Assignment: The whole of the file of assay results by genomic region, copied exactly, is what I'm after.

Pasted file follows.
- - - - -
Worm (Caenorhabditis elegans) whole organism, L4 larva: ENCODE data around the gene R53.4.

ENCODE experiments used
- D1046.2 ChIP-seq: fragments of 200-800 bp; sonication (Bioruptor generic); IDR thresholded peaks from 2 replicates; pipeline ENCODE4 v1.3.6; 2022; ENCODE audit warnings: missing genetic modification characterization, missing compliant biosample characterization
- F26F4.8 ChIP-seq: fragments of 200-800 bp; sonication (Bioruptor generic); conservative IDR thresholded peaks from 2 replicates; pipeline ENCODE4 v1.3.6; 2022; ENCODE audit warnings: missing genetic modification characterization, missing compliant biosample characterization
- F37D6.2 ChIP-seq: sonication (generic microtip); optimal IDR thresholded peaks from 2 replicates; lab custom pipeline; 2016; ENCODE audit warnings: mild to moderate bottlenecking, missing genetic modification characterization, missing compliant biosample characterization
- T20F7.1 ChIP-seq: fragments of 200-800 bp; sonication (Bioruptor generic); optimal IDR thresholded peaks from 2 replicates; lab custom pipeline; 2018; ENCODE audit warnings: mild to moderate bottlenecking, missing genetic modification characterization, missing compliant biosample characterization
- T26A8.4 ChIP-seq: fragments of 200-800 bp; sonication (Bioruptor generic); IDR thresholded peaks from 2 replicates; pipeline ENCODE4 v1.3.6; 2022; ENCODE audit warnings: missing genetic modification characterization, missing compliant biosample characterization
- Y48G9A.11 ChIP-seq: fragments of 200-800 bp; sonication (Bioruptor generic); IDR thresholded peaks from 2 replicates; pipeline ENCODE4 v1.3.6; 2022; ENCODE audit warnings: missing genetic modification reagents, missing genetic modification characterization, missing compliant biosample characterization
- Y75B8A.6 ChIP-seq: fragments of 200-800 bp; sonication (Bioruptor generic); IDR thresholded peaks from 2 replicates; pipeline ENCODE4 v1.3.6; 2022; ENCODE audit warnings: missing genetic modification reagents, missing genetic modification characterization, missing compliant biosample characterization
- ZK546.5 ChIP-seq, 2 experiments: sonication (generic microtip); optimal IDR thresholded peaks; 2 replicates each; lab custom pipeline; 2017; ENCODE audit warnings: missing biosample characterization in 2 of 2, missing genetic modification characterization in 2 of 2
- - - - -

Worm (Caenorhabditis elegans) whole organism, L4 larva: ENCODE data around the gene R53.4.

ENCODE experiments used
- D1046.2 ChIP-seq: fragments of 200-800 bp; sonication (Bioruptor generic); IDR thresholded peaks from 2 replicates; pipeline ENCODE4 v1.3.6; 2022; ENCODE audit warnings: missing genetic modification characterization, missing compliant biosample characterization
- F26F4.8 ChIP-seq: fragments of 200-800 bp; sonication (Bioruptor generic); conservative IDR thresholded peaks from 2 replicates; pipeline ENCODE4 v1.3.6; 2022; ENCODE audit warnings: missing genetic modification characterization, missing compliant biosample characterization
- F37D6.2 ChIP-seq: sonication (generic microtip); optimal IDR thresholded peaks from 2 replicates; lab custom pipeline; 2016; ENCODE audit warnings: mild to moderate bottlenecking, missing genetic modification characterization, missing compliant biosample characterization
- T20F7.1 ChIP-seq: fragments of 200-800 bp; sonication (Bioruptor generic); optimal IDR thresholded peaks from 2 replicates; lab custom pipeline; 2018; ENCODE audit warnings: mild to moderate bottlenecking, missing genetic modification characterization, missing compliant biosample characterization
- T26A8.4 ChIP-seq: fragments of 200-800 bp; sonication (Bioruptor generic); IDR thresholded peaks from 2 replicates; pipeline ENCODE4 v1.3.6; 2022; ENCODE audit warnings: missing genetic modification characterization, missing compliant biosample characterization
- Y48G9A.11 ChIP-seq: fragments of 200-800 bp; sonication (Bioruptor generic); IDR thresholded peaks from 2 replicates; pipeline ENCODE4 v1.3.6; 2022; ENCODE audit warnings: missing genetic modification reagents, missing genetic modification characterization, missing compliant biosample characterization
- Y75B8A.6 ChIP-seq: fragments of 200-800 bp; sonication (Bioruptor generic); IDR thresholded peaks from 2 replicates; pipeline ENCODE4 v1.3.6; 2022; ENCODE audit warnings: missing genetic modification reagents, missing genetic modification characterization, missing compliant biosample characterization
- ZK546.5 ChIP-seq, 2 experiments: sonication (generic microtip); optimal IDR thresholded peaks; 2 replicates each; lab custom pipeline; 2017; ENCODE audit warnings: missing biosample characterization in 2 of 2, missing genetic modification characterization in 2 of 2